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Opinion [Conversation]

Guns and Gore in Children's Art

Started on Aug 24, 2012 by RuthByrne
Last post on Nov 11, 2012

Kids really seem to enjoy drawing battles, guns, swords, blood and guts, no questions there. But what is your policy on gory pictures in your art room?

0 Keeps, 0 Likes, 5 Comments

  • RuthByrne 08/24/2012 at 07:58am
    I use classic battle scenes as inspiration in a few lessons, and I'm generally tolerant of tanks and firearms in the student's work. But I usually follow it up with conversations with the table about the story being told, the source of the imagery and the ethics of the situation they depicted.

    I feel the conversation is more valuable than a zero tolerance policy.

  • Artisdead 08/24/2012 at 08:40am
    It's all about boy friendly teaching techs, and within artist context, there are many artists that you can divert the gun/ gore relationship towards to make it a warranted piece of work.

  • lightARTed 08/24/2012 at 06:48pm
    I agree with the comments above...conversation is definitely important. I also like to refer to paintings such as Picasso's Guernica when I can and talk about symbolism for such things.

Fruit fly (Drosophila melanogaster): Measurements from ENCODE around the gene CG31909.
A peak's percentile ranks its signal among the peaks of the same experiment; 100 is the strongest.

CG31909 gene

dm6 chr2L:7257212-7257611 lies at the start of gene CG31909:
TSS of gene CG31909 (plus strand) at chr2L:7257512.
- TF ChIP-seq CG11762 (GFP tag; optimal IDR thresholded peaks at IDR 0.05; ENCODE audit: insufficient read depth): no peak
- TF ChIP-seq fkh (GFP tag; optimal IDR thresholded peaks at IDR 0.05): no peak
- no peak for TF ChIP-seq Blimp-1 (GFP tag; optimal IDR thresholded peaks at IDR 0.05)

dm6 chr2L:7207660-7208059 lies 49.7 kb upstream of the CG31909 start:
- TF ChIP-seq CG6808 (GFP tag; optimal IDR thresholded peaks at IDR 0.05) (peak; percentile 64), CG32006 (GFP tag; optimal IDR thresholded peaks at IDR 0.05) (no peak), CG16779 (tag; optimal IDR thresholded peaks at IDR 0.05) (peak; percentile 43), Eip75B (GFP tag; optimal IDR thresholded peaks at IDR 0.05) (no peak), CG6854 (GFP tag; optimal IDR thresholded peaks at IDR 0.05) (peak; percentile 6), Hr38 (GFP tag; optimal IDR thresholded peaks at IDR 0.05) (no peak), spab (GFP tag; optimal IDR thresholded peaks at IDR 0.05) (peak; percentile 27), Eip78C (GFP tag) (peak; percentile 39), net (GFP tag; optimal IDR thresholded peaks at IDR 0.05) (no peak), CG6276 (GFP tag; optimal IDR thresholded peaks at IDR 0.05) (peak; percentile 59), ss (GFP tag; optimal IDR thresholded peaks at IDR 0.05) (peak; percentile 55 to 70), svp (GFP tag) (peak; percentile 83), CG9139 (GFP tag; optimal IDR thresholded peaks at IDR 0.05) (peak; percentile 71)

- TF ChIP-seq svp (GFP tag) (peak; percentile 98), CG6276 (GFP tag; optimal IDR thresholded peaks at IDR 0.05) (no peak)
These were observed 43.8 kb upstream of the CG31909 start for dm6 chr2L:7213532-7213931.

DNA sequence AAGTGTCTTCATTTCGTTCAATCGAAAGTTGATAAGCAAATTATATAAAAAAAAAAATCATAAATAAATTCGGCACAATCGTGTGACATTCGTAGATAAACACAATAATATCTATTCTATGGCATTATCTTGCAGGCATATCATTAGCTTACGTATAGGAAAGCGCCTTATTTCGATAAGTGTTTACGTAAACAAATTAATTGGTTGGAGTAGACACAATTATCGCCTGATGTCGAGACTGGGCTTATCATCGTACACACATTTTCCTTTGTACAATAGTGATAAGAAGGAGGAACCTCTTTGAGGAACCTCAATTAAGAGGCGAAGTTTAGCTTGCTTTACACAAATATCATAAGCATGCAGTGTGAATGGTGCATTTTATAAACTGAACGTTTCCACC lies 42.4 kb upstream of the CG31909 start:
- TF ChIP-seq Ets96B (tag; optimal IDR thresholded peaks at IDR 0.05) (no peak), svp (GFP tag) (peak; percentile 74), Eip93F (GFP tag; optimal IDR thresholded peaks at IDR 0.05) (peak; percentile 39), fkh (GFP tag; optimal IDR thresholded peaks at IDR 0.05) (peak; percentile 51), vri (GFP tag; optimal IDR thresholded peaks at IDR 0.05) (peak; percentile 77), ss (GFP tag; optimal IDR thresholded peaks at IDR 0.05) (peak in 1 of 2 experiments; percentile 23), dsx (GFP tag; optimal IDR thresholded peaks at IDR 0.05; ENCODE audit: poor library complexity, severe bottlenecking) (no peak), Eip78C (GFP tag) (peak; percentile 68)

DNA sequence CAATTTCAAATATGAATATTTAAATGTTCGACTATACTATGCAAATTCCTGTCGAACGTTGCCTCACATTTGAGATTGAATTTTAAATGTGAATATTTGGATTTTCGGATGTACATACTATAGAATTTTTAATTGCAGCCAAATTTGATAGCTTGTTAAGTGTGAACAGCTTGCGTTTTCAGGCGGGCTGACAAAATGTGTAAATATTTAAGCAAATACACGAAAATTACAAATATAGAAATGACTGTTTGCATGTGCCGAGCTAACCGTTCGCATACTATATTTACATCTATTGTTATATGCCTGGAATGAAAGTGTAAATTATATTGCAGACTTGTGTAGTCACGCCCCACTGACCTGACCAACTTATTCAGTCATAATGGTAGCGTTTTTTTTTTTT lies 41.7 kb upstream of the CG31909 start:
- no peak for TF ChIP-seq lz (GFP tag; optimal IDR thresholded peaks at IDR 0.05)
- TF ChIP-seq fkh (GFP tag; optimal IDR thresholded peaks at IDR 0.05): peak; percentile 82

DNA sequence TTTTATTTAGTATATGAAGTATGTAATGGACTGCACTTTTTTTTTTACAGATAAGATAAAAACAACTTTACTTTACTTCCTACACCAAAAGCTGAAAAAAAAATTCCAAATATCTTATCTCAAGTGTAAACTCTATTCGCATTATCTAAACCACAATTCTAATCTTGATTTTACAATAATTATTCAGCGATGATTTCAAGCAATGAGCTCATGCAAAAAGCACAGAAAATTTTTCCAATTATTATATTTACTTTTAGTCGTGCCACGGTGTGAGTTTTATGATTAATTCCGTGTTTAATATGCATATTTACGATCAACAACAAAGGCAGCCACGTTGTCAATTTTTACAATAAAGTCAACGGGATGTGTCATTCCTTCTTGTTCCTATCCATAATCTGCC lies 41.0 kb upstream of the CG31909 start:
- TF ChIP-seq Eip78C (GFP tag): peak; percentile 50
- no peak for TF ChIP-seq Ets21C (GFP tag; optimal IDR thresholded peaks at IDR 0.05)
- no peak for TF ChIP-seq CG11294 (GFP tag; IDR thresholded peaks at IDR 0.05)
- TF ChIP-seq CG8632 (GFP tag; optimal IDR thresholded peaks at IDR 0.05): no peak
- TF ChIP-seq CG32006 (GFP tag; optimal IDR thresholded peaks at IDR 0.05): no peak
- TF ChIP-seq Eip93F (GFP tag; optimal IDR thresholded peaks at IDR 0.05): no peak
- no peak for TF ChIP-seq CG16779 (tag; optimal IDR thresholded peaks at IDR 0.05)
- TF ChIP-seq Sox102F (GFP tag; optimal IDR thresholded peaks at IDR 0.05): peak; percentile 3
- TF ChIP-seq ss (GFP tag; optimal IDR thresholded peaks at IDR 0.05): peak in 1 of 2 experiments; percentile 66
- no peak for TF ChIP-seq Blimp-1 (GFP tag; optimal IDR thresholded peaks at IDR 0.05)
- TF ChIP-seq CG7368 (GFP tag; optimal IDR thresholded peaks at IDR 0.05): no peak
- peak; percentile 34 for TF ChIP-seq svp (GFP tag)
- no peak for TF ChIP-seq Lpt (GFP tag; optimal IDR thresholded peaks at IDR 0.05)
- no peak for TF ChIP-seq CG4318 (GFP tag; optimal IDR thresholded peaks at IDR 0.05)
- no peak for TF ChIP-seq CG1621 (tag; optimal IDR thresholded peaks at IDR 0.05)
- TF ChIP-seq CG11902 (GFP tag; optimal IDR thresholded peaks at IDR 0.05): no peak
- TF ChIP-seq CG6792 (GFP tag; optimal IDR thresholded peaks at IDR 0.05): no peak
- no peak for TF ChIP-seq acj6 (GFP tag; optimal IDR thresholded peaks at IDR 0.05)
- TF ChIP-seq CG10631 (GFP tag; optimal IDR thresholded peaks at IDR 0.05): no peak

• imagiNATION 09/29/2012 at 03:17pm
    I also agree with the others in this discussion. I usually say it's alright as long as it does not get personal toward a certain classmate, etc. I think having a conversation about it is always a good idea. I actually had a talk with one of my college professors about this same subject and he said he made really disturbing art as a kid. We came to the conclusion that kids need to express themselves just like adults and sometimes this dark art is the way to do it. However, if it is really consistent or really gory, a personal conversation with the student might be a good idea just to make sure everything is alright.

  • MrsImpey 11/11/2012 at 05:32am
    For me, it depends on what they are drawing. One of my grade levels is really into drawing guns and swords, so I try to present projects to them where it would make drawing those items a little more relevant. For example, last year we did dragon shields, so it was more apporpriate for them to draw knights, dragons and swords. Another project example would be a pirate drawing assignment...there it would be okay for cannonballs and guns.

    However, at Halloween time and during regular free draw assignments, I always tell them it must be school appropriate. No bloody, gorey scenes of anyone doing harm to another.

    It's a fine line at my district because my district is very small and on the conservative side. However, we live in an area where people like to take their kids hunting...In general I fly by the seat of my pants when these items show up in their art. If it's appropriately drawn by a 3rd grader, then it's fine, but if it crosses the lines for what they should be drawing at their age, and how they draw it, we have a discussion about it.